on 5 January 2014
"Nelson Mandela Speaks" was published in 1993 by Pathfinder, a Marxist publisher associated with the small Socialist Workers' Party in the United States. De facto, the book seems to be the result of a close collaboration between the ANC and Pathfinder. It contains speeches and written declarations by Mandela from the crucial period 1990-1993, when the ANC and is allies were involved in a complex process of negotiations with and massive protests against the apartheid regime of South Africa. Some of the speeches were transcribed from tape recordings made by Steve Clark, Pathfinder's editor. Most, however, have been published elsewhere.
The volume starts off with Mandela's classical speech after being released from prison, "Now is the time to intensify the struggle", which contains the lines: "I stand here before you not as a prophet but as a humble servant of you, the people". Otherwise, Mandela's speeches are surprisingly free from rhetorical flourish. They are concise, clear and too the point. The only exception (ironically) is Mandela's speech to the United States Congress in 1990. How many congressmen understood that the speech contained an allusion to Shakespeare's "Cymbeline"? How many could even place South Africa on a world map?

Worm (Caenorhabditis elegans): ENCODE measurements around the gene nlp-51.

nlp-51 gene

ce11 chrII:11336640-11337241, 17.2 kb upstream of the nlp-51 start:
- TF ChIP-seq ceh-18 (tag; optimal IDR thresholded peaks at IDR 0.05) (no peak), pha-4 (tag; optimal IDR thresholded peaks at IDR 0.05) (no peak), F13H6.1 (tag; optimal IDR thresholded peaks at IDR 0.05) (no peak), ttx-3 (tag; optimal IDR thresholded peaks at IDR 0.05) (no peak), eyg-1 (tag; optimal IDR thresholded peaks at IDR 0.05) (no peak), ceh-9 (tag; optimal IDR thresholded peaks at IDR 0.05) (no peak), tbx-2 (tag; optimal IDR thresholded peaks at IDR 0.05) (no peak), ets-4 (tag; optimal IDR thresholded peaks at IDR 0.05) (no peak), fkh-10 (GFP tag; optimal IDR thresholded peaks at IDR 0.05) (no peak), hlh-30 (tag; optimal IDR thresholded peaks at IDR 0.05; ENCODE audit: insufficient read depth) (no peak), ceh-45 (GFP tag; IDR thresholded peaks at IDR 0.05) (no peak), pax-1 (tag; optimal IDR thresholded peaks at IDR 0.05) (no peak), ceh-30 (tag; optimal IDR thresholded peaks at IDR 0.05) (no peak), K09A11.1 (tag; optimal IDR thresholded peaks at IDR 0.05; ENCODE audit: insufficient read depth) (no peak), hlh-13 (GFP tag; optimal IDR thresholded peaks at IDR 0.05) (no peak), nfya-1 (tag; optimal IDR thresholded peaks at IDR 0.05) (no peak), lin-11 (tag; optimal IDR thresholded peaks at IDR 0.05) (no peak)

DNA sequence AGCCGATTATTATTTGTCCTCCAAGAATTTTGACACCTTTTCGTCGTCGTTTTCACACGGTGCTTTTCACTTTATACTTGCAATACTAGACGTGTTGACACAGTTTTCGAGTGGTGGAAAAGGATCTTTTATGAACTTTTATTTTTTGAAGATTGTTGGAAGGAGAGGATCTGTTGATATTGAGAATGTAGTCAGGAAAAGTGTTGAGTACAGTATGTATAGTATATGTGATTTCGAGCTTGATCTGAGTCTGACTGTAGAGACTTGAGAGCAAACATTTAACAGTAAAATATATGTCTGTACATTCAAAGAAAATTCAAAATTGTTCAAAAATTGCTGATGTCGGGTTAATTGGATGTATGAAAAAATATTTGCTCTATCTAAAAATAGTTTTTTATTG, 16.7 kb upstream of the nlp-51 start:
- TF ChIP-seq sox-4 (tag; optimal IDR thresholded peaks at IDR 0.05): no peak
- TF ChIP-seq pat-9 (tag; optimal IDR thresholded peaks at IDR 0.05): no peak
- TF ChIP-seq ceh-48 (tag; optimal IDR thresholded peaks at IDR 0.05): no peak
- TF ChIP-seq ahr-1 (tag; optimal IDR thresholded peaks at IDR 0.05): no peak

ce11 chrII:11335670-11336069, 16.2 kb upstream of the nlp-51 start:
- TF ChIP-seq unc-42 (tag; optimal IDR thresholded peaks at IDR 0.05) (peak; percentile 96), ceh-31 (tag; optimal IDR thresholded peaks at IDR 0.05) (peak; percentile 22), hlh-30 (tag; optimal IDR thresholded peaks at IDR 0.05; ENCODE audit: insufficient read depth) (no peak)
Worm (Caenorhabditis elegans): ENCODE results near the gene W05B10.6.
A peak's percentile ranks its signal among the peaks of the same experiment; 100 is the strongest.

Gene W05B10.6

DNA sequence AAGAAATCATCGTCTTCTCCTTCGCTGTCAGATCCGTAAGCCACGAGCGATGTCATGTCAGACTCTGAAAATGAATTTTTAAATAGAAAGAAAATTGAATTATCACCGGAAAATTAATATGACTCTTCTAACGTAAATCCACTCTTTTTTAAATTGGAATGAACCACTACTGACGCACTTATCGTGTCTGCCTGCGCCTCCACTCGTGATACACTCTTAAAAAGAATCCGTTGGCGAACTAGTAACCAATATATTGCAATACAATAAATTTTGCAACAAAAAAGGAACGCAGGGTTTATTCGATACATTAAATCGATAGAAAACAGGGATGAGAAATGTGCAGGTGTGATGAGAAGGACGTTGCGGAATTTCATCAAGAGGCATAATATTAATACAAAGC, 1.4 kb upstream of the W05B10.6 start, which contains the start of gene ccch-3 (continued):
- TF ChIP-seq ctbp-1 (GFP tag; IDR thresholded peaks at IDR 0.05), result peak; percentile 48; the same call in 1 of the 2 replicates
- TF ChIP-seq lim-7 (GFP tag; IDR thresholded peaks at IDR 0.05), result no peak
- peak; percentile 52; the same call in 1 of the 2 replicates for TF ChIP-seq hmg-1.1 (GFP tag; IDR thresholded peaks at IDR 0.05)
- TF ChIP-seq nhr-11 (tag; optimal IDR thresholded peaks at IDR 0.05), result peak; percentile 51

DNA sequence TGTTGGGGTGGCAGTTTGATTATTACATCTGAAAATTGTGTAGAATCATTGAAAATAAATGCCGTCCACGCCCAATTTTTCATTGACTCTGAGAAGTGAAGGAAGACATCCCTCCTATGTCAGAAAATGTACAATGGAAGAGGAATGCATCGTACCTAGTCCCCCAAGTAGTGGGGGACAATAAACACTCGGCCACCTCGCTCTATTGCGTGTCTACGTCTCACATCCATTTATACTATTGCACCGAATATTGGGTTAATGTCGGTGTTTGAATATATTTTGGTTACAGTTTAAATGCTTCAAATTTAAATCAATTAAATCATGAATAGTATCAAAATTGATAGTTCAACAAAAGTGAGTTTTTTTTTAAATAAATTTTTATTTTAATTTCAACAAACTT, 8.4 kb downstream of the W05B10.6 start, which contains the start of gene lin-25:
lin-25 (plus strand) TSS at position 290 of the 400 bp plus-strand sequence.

Mandela's drift to the "right" can be seen in several of the speeches. He often criticizes the PAC, a competing and more radical group. Both the ANC and the PAC were recognized by the Organization of African Unity (forerunner of the African Union). Mandela acknowledges that radicals within the ANC oppose negotiations with the apartheid regime, a position he rejects. He no longer calls for nationalizations, and has obvious problems explaining how a "government of national unity" or a "two-thirds majority" can be squared with consistent democracy and majority rule. On other issues, Mandela is intransigent and refuses to compromise. He reaffirms ANC's alliance with the South African Communist Party (SACP), visits Cuba and commends the Soviet Union for offering assistance to the ANC. He also believes that the armed struggle waged by ANC's armed wing "Umkhonto we Sizwe" was correct and necessary. Above all, he demands that the Western powers continue with their sanctions (or impose such) on the apartheid regime, unless a real negotiated settlement is reached.
"Nelson Mandela Speaks" seems to be a relatively good collection of speeches from the ANC leader, and I therefore give it five stars. The Socialist Workers' Party chose not to include their own specific analyses, letting Mandela speak for himself. Those interested in the SWP's view should consult Jack Barnes' article "The coming revolution in South Africa", in New International no 5, although it feels somewhat dated today (see my review elsewhere).